2018 is the third International Year of the Reef and we should be celebrating the beauty and benefits brought to us by the planet’s healthy coral reefs. Unfortunately, that is not the case, our coral reefs are under serious threat from over-fishing, pollution and coastal development. Most critically, coral reefs feel the impact of climate change and that impact is nowhere more visible than on the world’s largest reef system. The Great Barrier Reef as We Knew it is Gone! is the startling headline in Oceans Deeply following a study on recent mass bleaching events. Over the last two years we have published numerous articles on the Great Barrier Reef, some hopeful, some not, this is one of the most disheartening.
Warmer and More Frequent
Bleaching events triggered by unusually high ocean temperatures have occurred on coral reefs before, but normally these events unfold slowly and then the coral recovers because the ocean warming is brief and infrequent, giving the reef sufficient time to heal. What is different now is that these events occur more frequently, and the temperatures are more extreme. (photo – ARC Center of Excellence for Coral Reef Studies)
In March 2016, Australia’s Great Barrier Reef endured an unprecedented bleaching unlike any experienced in recorded history and the shock killed millions of corals. “The heat exposure was so extreme the coral actually cooked and died very quickly,” said Terry Hughes, lead author of the study and possibly the single most authoritative expert on the reef.
Especially hard hit was the northern, 700 km (435 mile) third of the reef. A second catastrophic bleaching occurred the following year impacting not only the damaged northern portion but also killing 20% of corals further south in the mid-section of the reef. (graph – ARC Center of Excellence for Coral Reef Studies)
The conclusion is stark, the Great Barrier Reef, 25,000 years old and the largest structure of living organisms on the planet; stretching for 2,300km from north to south; composed of 2,900 individual reefs and 900 islands; covering an area of 344,000sq kilometers (133,000 sq mi); a World Heritage Site and one of the seven natural wonders of the world; within the period of one year lost half of all its coral.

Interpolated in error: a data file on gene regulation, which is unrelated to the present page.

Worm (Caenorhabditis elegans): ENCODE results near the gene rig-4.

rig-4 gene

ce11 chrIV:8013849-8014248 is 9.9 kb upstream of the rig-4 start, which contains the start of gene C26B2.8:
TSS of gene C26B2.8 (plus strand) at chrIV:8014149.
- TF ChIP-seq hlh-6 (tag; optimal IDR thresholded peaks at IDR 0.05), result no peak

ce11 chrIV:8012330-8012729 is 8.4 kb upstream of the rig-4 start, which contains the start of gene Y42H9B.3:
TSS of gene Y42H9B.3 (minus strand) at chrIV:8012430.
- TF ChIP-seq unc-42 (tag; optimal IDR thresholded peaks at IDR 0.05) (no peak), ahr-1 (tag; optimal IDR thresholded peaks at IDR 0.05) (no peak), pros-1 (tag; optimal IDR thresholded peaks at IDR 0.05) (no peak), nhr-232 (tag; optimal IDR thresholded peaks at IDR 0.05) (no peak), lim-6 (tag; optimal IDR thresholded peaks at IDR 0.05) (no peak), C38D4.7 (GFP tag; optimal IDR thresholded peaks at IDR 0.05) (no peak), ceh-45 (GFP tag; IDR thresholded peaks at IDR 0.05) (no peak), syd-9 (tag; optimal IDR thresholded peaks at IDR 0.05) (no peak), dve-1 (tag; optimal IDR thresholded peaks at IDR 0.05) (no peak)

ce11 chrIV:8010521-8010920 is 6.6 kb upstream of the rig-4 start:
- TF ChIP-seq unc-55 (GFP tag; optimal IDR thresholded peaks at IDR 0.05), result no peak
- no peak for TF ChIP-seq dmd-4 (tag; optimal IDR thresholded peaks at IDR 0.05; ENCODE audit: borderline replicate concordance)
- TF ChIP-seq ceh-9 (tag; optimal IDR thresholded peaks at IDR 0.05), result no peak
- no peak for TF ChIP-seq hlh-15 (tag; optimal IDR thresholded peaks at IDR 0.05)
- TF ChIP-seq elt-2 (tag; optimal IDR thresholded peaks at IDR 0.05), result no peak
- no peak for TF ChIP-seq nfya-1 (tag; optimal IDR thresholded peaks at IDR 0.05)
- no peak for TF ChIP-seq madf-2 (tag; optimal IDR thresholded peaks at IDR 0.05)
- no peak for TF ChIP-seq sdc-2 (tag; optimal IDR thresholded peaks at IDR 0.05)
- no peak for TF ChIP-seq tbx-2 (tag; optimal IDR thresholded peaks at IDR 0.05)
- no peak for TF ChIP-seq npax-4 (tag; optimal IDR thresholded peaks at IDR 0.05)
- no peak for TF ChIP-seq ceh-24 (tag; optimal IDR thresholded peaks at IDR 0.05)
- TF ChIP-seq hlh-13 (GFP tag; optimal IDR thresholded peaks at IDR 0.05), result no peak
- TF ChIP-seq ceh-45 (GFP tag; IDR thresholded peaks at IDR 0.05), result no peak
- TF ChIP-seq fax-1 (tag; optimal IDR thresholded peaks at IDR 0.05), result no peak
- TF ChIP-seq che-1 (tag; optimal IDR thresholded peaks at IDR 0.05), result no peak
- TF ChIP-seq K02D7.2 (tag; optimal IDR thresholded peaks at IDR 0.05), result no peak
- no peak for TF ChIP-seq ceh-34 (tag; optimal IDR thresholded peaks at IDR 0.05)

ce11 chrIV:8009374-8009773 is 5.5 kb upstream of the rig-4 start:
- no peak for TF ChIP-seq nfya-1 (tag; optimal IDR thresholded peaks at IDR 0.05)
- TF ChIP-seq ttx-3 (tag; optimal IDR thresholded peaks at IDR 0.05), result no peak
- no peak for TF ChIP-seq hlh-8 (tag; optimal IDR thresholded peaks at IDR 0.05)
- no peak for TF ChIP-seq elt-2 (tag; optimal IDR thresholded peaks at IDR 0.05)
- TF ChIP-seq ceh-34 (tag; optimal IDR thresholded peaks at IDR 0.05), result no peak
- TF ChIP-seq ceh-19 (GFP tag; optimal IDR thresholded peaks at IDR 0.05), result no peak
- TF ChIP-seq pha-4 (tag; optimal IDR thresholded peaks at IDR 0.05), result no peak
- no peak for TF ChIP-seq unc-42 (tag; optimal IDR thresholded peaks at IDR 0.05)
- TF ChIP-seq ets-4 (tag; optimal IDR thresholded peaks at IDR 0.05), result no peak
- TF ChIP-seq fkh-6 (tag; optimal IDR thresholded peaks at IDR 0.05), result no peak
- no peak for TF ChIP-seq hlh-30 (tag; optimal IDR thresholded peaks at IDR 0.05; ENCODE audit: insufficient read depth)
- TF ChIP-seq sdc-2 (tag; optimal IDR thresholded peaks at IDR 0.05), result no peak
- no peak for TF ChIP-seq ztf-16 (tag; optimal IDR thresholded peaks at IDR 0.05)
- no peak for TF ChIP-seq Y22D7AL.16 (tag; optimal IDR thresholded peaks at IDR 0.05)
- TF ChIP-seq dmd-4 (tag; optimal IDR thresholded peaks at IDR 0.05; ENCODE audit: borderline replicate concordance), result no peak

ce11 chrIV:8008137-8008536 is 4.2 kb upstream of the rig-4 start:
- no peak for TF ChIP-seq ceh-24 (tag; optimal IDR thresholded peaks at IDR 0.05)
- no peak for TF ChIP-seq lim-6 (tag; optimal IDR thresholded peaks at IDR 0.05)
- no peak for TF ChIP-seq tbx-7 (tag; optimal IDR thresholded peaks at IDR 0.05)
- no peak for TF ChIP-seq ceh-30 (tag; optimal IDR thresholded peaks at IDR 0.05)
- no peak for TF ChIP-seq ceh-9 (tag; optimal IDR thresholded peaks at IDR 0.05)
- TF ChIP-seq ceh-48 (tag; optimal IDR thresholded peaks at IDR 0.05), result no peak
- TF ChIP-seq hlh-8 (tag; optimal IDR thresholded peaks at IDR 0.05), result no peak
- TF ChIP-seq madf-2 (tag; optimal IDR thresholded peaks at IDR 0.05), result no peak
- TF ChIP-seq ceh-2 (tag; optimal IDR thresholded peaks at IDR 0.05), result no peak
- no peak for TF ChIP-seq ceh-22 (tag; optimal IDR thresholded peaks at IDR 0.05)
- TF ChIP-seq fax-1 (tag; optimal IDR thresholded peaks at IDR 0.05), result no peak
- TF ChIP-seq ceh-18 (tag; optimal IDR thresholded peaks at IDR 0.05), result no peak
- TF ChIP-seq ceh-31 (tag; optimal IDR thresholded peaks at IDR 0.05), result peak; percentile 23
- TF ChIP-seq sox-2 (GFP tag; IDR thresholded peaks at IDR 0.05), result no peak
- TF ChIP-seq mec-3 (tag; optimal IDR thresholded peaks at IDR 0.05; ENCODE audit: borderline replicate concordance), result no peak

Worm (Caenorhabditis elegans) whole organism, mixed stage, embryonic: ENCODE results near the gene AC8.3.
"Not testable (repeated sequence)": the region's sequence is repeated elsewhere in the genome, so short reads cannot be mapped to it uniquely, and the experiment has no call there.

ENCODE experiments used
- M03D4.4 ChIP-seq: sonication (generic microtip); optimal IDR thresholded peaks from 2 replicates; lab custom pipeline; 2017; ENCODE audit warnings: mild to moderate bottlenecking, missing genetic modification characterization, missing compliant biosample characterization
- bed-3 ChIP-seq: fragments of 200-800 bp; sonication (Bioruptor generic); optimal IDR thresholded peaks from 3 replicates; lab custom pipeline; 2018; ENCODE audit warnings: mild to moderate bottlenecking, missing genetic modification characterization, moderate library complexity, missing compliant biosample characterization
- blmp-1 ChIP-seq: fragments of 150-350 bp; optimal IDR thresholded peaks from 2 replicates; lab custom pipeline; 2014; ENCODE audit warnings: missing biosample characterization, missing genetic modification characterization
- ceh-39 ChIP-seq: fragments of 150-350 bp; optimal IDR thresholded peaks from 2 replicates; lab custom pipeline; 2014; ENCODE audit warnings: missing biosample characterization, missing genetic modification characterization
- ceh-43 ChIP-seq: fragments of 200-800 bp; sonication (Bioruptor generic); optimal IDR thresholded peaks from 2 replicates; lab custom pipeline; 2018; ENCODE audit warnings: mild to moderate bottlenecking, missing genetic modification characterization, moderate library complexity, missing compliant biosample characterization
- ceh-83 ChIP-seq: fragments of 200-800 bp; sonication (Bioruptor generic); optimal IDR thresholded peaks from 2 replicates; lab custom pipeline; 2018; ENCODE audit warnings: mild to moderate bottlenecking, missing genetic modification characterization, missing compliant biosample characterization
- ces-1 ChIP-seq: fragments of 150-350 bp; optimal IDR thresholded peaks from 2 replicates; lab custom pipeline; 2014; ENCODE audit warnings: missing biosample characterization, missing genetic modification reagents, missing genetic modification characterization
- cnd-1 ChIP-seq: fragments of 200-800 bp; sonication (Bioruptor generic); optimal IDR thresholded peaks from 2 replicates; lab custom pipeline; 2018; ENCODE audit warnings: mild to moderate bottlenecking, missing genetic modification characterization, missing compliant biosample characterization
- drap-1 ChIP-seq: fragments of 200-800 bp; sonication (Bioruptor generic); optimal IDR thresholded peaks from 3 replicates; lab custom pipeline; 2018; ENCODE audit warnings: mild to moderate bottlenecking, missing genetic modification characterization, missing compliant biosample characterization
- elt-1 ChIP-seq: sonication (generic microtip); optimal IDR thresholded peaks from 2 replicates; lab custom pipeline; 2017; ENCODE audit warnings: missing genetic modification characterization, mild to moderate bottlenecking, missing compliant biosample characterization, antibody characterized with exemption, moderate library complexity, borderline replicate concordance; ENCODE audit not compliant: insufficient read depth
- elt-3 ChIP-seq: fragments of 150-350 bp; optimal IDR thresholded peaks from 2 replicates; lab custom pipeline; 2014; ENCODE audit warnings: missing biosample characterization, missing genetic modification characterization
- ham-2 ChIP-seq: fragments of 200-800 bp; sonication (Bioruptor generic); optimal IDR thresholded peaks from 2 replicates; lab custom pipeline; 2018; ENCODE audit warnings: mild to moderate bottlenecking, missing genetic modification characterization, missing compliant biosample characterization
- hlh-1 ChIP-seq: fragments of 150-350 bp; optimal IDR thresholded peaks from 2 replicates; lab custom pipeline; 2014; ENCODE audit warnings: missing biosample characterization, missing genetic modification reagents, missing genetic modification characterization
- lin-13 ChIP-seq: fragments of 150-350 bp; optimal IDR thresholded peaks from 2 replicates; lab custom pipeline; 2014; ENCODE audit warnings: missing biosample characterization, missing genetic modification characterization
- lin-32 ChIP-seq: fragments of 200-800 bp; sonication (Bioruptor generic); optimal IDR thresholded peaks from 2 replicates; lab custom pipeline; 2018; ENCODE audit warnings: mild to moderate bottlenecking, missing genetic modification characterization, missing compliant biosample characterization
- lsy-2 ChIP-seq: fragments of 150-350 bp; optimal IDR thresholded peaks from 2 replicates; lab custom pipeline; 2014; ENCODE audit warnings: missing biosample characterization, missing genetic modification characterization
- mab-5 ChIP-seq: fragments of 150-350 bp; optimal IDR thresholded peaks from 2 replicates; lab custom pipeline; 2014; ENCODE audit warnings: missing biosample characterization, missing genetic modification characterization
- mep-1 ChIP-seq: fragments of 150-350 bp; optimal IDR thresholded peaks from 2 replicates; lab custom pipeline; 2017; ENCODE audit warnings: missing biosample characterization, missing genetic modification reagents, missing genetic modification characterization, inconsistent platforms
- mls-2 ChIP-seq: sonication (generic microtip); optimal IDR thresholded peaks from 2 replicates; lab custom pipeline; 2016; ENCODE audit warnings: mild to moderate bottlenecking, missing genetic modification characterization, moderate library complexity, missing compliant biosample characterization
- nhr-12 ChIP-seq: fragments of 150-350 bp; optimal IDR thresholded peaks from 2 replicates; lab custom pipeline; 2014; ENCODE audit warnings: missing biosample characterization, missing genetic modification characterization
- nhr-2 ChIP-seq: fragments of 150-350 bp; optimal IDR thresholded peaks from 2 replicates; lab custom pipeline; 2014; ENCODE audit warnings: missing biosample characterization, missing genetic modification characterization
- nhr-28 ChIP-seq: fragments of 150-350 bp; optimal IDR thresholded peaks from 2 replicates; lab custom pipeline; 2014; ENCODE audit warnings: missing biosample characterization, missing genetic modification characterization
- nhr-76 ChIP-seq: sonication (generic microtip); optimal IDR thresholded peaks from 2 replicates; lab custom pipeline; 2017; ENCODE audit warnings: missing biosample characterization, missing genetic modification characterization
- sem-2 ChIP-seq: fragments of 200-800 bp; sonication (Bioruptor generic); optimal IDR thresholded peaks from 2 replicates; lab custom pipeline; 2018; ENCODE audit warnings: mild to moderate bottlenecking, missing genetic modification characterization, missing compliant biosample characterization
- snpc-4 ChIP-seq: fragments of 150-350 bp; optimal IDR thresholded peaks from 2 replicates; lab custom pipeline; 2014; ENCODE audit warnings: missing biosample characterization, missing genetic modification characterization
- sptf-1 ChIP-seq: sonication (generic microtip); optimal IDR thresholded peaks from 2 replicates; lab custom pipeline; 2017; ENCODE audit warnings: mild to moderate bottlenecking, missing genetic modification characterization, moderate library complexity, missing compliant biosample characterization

“The northern Great Barrier Reef will never look the same again”
“On some of those northern reefs, depending on the heat exposure, we saw 60, 70, 80, even 90 percent mortality,” said Hughes as he explained that the diversity of corals on the mature reef has been lost.
Diversity of Corals is Lost
“The die-off of corals drove a radical shift in the composition and functional traits of coral assemblages on hundreds of individual reefs, transforming large swaths of the Great Barrier Reef from mature and diverse assemblages to a highly altered, degraded system,”
Hughes added, “To lose one in three corals in just nine months is an incredible shock to the system. The Great Barrier Reef is the world’s largest coral reef system and for two-thirds of it to be damaged in two years is heartbreaking.”
“It’s only a matter of time before we get a severe bleaching event in the southern third of the reef,” Hughes added. (photo – ARC)
A Spectrum of Wildlife Effected
The Great Barrier Reef supports a vast diversity of marine life including; thirty species of whales, dugongs, dolphins and porpoises; six species of sea turtles breed there; more than 1500 species of fish and 125 types of sharks, stingrays and skates share its waters; while 215 species of birds visit or roost on the reef’s islands. Without the shelter offered by a healthy, growing coral reef we can only assume that much of this wildlife will have a very bleak future.
“The take-home message is that climate change is not some future threat to coral reefs. It’s here and now. It’s been happening for a few decades and we’re well on the way to a very different-looking set of species on our reefs.”
By Robert Frerck, Blue Ocean Network
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